1920-2020 Centennial Anniversary of the United States Constitution’s 19th Amendment Giving Women the Right to Vote

By Hayley Mattson and Megan Olshefski

Today, August 18 marks the centennial anniversary of the United States Constitution’s 19th Amendment’s ratification. The 19th Amendment enfranchised all American women and declared for the first time that they, like men, deserve all the rights and responsibilities of citizenship. 

After the founding of the United States in 1776, the thirteen states were left to decide separately upon their voting rights. This resulted in state-by-state requirements based on gender, religion, race, tax bracket, and property ownership. Initially, New Jersey’s 1776 constitution permitted “all inhabitants” (including women) the right to vote; but an 1807 law ensured the end of women’s attendance at the polls. Interestingly though women, even though they could not vote, could run for office. 

During this time, several reform groups started multiplying across the United States, temperance leagues, religious movements, moral-reform societies, anti-slavery organizations, and in many of these, women played a prominent role.

This lead to many American women to began rebelling against the “Cult of True Womanhood,” that is, the idea that the only “true” woman was a virtuous, obedient wife and mother concerned exclusively with home family. In turn, this contributed to a new way of thinking about what it meant to be a woman and a citizen of the United States.

As the years went on and women sought to pass reform legislation, the drive to change society intensified. In 1848, Elizabeth Cady Stanton, Lucretia Mott, Martha Wright, Mary Ann M’Clintock, and Jane Hunt issued a call for a women’s rights conference at Seneca Falls, New York, where Stanton lived. Prior to the event, Stanton drafted the “Declaration of Sentiments and Grievances,” which she modeled after the Declaration of Independence. The declaration began with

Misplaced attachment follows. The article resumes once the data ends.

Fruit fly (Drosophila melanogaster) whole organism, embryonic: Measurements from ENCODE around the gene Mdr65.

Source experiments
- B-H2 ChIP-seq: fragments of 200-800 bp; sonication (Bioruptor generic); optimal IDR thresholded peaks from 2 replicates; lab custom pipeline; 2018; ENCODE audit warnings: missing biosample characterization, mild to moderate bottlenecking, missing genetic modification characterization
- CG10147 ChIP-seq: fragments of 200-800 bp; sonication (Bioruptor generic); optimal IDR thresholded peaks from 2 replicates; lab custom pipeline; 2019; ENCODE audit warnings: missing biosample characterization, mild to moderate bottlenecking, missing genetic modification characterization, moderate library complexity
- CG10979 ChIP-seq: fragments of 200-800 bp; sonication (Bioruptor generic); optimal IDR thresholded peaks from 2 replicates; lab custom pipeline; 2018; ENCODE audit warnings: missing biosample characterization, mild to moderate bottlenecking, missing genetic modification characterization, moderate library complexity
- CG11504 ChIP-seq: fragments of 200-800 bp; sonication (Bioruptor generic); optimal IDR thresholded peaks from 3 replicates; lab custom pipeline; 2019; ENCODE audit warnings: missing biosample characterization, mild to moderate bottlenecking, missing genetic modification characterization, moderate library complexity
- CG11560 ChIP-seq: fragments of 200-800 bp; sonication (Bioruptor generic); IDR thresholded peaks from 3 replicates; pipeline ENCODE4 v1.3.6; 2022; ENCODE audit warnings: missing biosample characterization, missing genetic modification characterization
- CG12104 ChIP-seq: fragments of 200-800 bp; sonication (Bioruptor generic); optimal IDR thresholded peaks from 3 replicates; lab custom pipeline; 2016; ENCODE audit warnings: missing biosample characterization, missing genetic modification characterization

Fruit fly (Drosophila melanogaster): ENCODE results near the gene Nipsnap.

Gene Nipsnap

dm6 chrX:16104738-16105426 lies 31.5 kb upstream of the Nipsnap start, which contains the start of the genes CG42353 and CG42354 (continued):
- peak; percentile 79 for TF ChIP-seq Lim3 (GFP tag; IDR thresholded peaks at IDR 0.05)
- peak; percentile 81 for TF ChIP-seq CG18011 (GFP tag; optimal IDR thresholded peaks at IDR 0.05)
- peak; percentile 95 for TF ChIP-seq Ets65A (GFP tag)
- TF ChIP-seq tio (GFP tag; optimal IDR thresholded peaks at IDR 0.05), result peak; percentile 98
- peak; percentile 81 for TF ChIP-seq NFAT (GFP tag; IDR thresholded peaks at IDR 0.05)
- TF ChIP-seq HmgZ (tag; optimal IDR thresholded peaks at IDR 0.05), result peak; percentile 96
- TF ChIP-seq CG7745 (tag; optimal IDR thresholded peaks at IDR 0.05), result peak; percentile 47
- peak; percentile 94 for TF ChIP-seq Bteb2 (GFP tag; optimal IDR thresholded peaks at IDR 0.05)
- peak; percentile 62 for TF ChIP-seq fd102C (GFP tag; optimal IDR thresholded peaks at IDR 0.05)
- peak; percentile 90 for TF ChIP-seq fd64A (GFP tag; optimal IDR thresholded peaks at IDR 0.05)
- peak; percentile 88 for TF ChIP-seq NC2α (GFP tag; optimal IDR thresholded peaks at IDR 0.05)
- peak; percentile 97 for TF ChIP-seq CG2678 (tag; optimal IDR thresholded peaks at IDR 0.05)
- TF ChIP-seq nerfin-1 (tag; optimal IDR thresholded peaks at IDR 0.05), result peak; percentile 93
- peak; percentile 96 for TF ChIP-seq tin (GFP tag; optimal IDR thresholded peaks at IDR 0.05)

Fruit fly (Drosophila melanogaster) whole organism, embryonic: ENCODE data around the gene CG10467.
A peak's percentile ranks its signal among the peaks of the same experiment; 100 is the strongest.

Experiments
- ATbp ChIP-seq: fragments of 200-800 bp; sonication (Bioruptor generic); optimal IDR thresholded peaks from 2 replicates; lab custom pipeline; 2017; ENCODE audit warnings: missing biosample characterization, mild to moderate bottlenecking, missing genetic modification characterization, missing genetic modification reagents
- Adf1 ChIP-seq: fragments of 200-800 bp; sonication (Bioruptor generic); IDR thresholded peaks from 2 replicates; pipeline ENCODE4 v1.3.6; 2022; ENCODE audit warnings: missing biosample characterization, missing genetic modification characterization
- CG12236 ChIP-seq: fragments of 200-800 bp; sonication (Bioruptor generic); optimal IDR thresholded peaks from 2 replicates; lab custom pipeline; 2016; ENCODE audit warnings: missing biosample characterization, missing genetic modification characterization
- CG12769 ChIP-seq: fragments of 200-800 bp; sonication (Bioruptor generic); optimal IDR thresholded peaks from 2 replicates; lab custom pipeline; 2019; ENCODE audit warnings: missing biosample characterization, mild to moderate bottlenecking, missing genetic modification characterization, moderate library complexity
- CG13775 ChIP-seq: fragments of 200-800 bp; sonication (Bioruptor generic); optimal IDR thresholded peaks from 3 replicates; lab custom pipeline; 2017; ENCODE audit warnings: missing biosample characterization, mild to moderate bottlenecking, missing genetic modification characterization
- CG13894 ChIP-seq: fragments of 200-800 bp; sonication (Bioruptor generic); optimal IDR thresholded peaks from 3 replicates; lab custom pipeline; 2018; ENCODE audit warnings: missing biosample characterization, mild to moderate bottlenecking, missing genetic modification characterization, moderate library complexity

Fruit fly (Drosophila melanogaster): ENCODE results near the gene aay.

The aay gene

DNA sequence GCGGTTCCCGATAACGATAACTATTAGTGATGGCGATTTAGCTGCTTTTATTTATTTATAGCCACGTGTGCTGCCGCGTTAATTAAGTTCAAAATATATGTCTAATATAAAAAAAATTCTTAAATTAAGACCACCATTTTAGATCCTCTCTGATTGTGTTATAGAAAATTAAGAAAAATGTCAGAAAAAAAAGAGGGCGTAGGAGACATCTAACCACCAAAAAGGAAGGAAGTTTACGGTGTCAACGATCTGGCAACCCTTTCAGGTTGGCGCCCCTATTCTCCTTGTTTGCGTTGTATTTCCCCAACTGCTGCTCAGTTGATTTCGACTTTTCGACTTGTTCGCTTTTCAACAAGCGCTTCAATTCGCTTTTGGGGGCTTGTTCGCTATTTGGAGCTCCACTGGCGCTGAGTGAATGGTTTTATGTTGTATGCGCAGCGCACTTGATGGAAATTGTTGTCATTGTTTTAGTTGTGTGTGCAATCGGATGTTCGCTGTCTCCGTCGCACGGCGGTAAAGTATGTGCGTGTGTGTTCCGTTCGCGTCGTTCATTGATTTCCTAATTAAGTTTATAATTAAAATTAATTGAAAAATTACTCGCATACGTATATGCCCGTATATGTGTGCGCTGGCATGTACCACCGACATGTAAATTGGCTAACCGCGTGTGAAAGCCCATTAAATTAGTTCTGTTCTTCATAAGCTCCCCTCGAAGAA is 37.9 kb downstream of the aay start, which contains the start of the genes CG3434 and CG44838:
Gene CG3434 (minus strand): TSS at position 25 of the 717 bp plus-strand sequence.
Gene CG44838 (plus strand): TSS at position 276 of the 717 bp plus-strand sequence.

“We hold these truths to be self-evident: that all men and women are created equal; that they are endowed by their Creator with certain inalienable rights…” she continued to lay out the present injustices against women in the United States. The declaration then called for women to be viewed as full citizens, and granted the same civil, economic, and political rights as men.

The convention sparked a national movement that lasted seven decades. During the 1850s, the women’s rights movement gathered steam but then lost momentum when the Civil War began. Almost immediately after the war ended, the 14th and the 15th Amendments to the Constitution raised familiar questions of suffrage and citizenship. 

The ratification of the 14th Amendment in 1868 extended the Constitution’s protection to all citizens and defined “citizens” as “male.” In 1869, the “National Woman Suffrage Association” (NWSA) was formed by Stanton and Susan B. Anthony to focus efforts on a federal constitutional amendment that would grant women the right to vote.